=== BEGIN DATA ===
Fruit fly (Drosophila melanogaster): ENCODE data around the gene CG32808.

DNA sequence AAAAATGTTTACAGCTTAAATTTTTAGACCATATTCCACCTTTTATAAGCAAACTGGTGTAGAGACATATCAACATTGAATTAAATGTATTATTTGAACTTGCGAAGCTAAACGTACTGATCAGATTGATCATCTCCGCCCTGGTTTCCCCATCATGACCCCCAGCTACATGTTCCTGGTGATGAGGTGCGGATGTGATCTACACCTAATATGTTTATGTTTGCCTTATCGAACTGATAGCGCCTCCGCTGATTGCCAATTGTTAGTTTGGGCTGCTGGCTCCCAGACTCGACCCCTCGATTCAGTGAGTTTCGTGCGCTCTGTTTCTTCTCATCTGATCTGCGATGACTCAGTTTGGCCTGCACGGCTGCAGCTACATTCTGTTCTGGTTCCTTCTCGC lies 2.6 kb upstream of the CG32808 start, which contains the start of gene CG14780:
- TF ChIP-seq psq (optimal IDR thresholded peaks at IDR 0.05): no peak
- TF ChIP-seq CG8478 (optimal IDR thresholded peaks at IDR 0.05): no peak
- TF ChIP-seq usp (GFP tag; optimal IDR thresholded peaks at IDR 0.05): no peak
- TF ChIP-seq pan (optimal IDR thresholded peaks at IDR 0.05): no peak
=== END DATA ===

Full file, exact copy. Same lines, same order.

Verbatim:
Fruit fly (Drosophila melanogaster): ENCODE data around the gene CG32808.

DNA sequence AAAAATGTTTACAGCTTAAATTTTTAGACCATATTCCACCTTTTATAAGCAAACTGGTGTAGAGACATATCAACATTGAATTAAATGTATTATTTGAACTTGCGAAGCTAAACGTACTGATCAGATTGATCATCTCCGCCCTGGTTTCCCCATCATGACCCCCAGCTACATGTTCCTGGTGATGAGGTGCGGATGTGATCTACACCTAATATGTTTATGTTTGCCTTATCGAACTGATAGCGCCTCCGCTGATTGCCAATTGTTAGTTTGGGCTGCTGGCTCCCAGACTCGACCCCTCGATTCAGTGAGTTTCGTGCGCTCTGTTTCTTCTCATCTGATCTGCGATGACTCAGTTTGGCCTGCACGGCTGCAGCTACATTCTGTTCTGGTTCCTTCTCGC lies 2.6 kb upstream of the CG32808 start, which contains the start of gene CG14780:
- TF ChIP-seq psq (optimal IDR thresholded peaks at IDR 0.05): no peak
- TF ChIP-seq CG8478 (optimal IDR thresholded peaks at IDR 0.05): no peak
- TF ChIP-seq usp (GFP tag; optimal IDR thresholded peaks at IDR 0.05): no peak
- TF ChIP-seq pan (optimal IDR thresholded peaks at IDR 0.05): no peak